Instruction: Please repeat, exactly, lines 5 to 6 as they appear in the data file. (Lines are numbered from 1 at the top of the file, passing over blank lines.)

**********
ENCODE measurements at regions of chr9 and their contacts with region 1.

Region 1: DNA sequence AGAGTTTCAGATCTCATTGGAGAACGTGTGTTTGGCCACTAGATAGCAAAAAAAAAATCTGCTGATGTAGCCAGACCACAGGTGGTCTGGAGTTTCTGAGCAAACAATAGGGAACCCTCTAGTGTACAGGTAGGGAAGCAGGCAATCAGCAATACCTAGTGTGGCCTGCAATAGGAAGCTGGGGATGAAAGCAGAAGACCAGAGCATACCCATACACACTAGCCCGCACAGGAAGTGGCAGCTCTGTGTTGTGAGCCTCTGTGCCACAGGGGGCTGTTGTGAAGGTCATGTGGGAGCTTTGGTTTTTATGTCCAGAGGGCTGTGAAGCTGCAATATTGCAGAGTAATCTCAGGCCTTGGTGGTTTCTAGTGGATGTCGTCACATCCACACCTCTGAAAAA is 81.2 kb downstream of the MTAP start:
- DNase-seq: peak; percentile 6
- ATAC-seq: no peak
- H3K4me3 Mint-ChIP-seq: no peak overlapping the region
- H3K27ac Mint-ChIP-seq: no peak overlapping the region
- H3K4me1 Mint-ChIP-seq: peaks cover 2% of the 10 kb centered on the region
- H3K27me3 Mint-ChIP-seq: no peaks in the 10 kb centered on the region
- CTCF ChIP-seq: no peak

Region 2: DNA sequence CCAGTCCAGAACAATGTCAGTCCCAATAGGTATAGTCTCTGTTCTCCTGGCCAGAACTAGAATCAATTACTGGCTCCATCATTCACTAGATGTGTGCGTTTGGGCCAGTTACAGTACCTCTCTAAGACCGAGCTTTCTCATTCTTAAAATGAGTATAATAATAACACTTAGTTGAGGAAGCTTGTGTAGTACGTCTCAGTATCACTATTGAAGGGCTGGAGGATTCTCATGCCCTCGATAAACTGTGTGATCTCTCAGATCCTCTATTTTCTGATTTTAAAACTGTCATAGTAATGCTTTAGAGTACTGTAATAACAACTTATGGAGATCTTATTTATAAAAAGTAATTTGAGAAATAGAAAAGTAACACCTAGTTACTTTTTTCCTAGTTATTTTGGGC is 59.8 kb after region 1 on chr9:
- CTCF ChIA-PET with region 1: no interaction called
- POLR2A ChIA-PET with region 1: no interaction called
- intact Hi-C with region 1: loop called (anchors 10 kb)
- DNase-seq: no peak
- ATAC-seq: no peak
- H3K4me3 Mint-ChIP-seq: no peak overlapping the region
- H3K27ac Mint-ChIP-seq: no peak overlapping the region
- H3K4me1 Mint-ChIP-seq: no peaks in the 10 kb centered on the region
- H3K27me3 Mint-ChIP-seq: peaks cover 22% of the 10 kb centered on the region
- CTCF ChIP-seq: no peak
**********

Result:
- H3K4me3 Mint-ChIP-seq: no peak overlapping the region
- H3K27ac Mint-ChIP-seq: no peak overlapping the region